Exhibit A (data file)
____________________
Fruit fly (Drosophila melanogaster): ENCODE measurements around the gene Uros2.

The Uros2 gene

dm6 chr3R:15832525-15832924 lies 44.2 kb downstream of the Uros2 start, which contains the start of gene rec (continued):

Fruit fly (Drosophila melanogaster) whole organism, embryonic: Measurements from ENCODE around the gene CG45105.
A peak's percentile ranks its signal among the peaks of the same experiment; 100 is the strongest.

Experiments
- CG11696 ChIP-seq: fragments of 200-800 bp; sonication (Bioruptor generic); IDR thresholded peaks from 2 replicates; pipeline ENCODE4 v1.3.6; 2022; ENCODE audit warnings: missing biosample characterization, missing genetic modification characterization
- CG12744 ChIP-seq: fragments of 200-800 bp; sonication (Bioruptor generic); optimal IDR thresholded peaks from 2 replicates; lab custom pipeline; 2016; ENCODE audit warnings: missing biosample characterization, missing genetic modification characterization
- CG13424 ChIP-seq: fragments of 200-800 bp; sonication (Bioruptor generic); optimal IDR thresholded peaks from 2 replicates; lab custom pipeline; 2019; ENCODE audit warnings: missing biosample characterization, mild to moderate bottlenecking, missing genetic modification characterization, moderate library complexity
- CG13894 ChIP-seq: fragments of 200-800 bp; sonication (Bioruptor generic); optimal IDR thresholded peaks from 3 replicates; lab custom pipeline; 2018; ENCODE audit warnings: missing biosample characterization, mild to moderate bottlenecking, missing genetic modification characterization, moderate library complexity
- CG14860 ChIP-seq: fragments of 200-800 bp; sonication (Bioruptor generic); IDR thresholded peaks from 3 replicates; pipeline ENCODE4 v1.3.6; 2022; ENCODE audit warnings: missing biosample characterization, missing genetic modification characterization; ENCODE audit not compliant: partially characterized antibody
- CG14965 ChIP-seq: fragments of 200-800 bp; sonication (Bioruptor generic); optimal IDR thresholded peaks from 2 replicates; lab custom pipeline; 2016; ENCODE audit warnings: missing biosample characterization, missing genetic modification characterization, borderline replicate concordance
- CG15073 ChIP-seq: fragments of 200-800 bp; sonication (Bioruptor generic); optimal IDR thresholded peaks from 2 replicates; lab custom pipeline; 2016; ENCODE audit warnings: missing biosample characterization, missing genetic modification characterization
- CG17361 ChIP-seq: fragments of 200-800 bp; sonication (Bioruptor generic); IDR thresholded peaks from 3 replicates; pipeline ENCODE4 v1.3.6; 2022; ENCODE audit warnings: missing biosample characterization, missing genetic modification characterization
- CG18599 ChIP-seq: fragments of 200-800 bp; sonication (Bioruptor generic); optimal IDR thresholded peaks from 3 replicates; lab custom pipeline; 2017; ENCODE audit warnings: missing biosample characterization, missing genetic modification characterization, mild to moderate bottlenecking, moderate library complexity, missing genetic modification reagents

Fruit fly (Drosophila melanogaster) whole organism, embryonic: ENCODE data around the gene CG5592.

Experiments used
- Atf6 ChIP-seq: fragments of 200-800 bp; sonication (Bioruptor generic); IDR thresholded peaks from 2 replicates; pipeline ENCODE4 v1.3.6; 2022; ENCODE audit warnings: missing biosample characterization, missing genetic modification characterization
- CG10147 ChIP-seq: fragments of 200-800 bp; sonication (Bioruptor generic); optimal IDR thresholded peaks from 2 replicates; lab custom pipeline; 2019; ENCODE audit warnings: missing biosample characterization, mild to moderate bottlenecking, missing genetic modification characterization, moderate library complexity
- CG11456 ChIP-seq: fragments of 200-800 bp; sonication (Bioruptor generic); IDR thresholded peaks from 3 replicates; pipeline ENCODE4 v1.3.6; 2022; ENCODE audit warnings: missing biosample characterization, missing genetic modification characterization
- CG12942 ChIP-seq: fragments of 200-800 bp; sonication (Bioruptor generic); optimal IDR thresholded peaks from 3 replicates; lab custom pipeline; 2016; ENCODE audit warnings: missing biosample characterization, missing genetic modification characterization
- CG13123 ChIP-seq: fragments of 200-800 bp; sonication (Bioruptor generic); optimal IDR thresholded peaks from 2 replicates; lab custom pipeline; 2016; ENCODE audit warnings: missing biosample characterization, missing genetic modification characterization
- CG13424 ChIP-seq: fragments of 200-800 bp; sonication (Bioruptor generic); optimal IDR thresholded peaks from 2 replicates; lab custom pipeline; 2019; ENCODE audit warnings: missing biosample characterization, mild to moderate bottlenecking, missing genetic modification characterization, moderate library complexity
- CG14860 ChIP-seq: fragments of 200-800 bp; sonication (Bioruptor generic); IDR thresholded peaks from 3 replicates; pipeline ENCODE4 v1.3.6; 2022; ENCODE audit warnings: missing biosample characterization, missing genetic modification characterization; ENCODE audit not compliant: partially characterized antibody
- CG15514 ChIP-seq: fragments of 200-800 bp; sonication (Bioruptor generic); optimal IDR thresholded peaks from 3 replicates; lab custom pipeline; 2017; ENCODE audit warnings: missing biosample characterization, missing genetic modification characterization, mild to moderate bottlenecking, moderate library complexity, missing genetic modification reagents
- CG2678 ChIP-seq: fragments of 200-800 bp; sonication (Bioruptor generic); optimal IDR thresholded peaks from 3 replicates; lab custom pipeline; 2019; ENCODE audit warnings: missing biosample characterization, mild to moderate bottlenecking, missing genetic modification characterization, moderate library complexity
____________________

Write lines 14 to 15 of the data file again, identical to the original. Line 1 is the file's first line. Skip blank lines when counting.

- CG17361 ChIP-seq: fragments of 200-800 bp; sonication (Bioruptor generic); IDR thresholded peaks from 3 replicates; pipeline ENCODE4 v1.3.6; 2022; ENCODE audit warnings: missing biosample characterization, missing genetic modification characterization
- CG18599 ChIP-seq: fragments of 200-800 bp; sonication (Bioruptor generic); optimal IDR thresholded peaks from 3 replicates; lab custom pipeline; 2017; ENCODE audit warnings: missing biosample characterization, missing genetic modification characterization, mild to moderate bottlenecking, moderate library complexity, missing genetic modification reagents